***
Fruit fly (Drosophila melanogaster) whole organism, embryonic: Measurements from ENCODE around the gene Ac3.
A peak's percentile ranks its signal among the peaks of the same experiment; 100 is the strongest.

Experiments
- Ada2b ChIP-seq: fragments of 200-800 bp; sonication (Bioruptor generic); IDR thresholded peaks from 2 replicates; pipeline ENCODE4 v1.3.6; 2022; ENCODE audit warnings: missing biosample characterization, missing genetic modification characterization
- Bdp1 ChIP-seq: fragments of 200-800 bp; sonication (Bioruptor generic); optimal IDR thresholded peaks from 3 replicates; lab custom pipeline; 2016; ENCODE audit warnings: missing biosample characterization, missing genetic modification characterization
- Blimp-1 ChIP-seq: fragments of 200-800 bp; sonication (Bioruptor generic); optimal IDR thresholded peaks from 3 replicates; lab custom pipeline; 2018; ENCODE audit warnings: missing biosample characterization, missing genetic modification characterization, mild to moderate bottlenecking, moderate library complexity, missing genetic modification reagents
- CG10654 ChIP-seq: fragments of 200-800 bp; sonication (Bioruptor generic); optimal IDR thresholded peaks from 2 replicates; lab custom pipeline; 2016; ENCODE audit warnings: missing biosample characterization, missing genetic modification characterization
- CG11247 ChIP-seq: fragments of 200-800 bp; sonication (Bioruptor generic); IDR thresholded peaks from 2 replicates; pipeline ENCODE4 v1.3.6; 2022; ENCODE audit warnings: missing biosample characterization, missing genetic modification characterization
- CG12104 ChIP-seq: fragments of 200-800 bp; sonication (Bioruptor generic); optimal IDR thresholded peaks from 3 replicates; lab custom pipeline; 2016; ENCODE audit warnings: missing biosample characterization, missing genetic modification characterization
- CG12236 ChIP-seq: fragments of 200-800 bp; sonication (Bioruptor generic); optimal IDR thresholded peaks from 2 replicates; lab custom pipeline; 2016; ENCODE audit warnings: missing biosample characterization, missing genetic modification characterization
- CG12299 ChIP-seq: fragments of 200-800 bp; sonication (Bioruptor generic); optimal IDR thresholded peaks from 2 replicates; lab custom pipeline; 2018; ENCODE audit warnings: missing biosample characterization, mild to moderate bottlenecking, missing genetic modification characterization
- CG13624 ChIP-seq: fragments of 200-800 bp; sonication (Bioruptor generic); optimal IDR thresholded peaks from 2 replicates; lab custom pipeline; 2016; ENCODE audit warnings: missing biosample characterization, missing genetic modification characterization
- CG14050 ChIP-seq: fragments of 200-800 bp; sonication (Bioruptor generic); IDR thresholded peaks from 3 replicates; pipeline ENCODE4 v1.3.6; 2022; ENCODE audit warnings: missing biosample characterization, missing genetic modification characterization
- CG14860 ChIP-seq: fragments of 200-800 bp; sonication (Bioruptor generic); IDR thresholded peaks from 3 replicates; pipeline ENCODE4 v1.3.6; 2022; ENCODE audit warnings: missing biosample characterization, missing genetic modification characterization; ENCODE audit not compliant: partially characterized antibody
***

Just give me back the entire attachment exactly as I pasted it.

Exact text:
Fruit fly (Drosophila melanogaster) whole organism, embryonic: Measurements from ENCODE around the gene Ac3.
A peak's percentile ranks its signal among the peaks of the same experiment; 100 is the strongest.

Experiments
- Ada2b ChIP-seq: fragments of 200-800 bp; sonication (Bioruptor generic); IDR thresholded peaks from 2 replicates; pipeline ENCODE4 v1.3.6; 2022; ENCODE audit warnings: missing biosample characterization, missing genetic modification characterization
- Bdp1 ChIP-seq: fragments of 200-800 bp; sonication (Bioruptor generic); optimal IDR thresholded peaks from 3 replicates; lab custom pipeline; 2016; ENCODE audit warnings: missing biosample characterization, missing genetic modification characterization
- Blimp-1 ChIP-seq: fragments of 200-800 bp; sonication (Bioruptor generic); optimal IDR thresholded peaks from 3 replicates; lab custom pipeline; 2018; ENCODE audit warnings: missing biosample characterization, missing genetic modification characterization, mild to moderate bottlenecking, moderate library complexity, missing genetic modification reagents
- CG10654 ChIP-seq: fragments of 200-800 bp; sonication (Bioruptor generic); optimal IDR thresholded peaks from 2 replicates; lab custom pipeline; 2016; ENCODE audit warnings: missing biosample characterization, missing genetic modification characterization
- CG11247 ChIP-seq: fragments of 200-800 bp; sonication (Bioruptor generic); IDR thresholded peaks from 2 replicates; pipeline ENCODE4 v1.3.6; 2022; ENCODE audit warnings: missing biosample characterization, missing genetic modification characterization
- CG12104 ChIP-seq: fragments of 200-800 bp; sonication (Bioruptor generic); optimal IDR thresholded peaks from 3 replicates; lab custom pipeline; 2016; ENCODE audit warnings: missing biosample characterization, missing genetic modification characterization
- CG12236 ChIP-seq: fragments of 200-800 bp; sonication (Bioruptor generic); optimal IDR thresholded peaks from 2 replicates; lab custom pipeline; 2016; ENCODE audit warnings: missing biosample characterization, missing genetic modification characterization
- CG12299 ChIP-seq: fragments of 200-800 bp; sonication (Bioruptor generic); optimal IDR thresholded peaks from 2 replicates; lab custom pipeline; 2018; ENCODE audit warnings: missing biosample characterization, mild to moderate bottlenecking, missing genetic modification characterization
- CG13624 ChIP-seq: fragments of 200-800 bp; sonication (Bioruptor generic); optimal IDR thresholded peaks from 2 replicates; lab custom pipeline; 2016; ENCODE audit warnings: missing biosample characterization, missing genetic modification characterization
- CG14050 ChIP-seq: fragments of 200-800 bp; sonication (Bioruptor generic); IDR thresholded peaks from 3 replicates; pipeline ENCODE4 v1.3.6; 2022; ENCODE audit warnings: missing biosample characterization, missing genetic modification characterization
- CG14860 ChIP-seq: fragments of 200-800 bp; sonication (Bioruptor generic); IDR thresholded peaks from 3 replicates; pipeline ENCODE4 v1.3.6; 2022; ENCODE audit warnings: missing biosample characterization, missing genetic modification characterization; ENCODE audit not compliant: partially characterized antibody